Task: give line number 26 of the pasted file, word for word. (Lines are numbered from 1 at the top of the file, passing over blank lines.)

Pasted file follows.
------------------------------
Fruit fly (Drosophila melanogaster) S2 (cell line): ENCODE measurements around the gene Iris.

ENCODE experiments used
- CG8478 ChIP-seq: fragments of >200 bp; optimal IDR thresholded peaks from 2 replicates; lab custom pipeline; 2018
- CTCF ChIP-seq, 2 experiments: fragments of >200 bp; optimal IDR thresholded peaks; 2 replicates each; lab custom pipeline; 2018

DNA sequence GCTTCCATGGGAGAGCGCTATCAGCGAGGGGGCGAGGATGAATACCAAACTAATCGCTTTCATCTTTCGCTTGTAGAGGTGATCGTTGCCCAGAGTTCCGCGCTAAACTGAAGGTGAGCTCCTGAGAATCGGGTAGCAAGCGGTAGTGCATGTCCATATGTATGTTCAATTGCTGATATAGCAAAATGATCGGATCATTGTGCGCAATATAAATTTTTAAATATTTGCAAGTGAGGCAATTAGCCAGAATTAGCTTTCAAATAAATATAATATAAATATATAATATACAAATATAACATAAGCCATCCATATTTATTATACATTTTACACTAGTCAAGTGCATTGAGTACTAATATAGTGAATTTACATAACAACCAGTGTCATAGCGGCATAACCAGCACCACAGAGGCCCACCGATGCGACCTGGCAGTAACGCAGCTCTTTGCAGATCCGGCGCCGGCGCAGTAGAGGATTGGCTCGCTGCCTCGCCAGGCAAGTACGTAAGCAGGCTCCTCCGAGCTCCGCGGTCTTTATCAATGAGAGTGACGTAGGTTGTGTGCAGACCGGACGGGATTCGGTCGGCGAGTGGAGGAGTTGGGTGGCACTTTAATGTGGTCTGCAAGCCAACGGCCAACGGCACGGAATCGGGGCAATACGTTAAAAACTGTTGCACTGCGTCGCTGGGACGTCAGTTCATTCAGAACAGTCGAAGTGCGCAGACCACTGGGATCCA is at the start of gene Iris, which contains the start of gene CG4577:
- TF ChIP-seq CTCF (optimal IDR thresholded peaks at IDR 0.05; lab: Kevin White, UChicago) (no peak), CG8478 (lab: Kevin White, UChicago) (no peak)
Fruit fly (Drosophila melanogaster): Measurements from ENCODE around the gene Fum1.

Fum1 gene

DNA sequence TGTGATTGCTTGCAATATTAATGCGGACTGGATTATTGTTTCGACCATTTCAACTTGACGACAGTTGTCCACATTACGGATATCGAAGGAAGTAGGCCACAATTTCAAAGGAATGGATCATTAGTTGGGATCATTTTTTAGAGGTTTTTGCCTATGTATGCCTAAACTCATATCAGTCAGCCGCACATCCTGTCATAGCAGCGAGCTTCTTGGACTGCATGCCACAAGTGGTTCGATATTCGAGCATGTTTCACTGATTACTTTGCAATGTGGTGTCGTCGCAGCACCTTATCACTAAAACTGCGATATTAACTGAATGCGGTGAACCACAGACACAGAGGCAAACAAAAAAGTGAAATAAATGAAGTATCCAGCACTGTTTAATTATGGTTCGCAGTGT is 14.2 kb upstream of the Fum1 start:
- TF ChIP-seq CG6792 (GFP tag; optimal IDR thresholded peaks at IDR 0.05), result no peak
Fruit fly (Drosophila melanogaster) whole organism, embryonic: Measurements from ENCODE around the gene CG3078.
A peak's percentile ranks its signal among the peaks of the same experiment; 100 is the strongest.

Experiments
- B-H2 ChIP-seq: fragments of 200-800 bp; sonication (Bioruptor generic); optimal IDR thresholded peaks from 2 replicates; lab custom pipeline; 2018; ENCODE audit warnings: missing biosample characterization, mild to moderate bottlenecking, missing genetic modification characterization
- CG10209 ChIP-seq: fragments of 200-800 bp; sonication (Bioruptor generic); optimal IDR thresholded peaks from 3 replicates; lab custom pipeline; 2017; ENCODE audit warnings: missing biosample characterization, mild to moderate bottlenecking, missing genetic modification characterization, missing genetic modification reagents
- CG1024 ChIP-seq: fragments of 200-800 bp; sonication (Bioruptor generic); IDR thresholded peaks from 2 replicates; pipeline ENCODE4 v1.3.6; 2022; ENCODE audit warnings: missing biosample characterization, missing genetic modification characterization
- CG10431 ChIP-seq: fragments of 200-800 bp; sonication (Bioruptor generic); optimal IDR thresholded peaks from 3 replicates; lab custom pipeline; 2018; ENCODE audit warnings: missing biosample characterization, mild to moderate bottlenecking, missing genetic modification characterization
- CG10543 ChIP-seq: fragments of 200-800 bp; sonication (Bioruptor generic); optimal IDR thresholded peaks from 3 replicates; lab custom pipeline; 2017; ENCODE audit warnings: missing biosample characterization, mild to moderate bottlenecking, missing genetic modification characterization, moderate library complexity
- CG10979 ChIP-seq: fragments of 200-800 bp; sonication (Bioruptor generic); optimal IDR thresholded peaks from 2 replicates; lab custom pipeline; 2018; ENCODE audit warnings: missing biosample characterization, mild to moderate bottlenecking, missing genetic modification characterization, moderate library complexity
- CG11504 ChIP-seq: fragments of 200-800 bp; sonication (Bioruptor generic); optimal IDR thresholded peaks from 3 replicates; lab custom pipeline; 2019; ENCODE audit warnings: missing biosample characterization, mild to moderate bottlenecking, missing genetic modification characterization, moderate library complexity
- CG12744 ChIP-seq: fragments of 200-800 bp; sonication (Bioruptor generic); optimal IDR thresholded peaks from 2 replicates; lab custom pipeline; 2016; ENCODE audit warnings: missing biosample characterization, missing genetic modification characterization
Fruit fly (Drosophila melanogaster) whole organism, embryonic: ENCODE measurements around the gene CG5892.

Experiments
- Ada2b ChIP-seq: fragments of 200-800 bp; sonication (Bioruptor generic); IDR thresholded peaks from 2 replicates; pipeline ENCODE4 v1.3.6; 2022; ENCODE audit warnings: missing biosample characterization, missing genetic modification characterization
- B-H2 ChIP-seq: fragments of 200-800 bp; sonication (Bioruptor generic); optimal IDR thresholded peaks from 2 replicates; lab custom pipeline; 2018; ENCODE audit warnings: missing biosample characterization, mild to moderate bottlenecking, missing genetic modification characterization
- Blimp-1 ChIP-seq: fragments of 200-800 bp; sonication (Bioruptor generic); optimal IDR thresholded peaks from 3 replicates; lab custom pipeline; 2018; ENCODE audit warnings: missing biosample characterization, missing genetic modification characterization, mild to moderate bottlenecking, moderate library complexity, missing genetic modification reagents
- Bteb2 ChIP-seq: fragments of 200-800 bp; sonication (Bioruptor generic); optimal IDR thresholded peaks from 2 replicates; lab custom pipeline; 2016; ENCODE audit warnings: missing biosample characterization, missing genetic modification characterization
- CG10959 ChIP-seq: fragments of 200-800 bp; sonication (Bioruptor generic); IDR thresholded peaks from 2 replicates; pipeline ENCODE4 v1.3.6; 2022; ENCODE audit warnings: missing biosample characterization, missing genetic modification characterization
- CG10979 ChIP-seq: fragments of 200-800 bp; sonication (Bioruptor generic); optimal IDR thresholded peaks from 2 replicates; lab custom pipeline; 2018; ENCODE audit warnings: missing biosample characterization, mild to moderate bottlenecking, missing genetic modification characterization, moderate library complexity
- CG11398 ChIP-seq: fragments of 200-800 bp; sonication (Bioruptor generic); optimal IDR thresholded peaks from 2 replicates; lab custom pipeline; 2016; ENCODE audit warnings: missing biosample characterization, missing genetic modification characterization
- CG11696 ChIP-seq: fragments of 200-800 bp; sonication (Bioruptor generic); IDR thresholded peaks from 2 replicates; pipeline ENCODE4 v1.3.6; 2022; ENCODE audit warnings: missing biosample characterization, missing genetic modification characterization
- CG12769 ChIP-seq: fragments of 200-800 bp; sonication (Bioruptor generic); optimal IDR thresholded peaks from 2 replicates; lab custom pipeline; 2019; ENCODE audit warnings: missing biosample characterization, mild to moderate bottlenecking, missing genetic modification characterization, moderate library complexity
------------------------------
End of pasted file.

- Blimp-1 ChIP-seq: fragments of 200-800 bp; sonication (Bioruptor generic); optimal IDR thresholded peaks from 3 replicates; lab custom pipeline; 2018; ENCODE audit warnings: missing biosample characterization, missing genetic modification characterization, mild to moderate bottlenecking, moderate library complexity, missing genetic modification reagents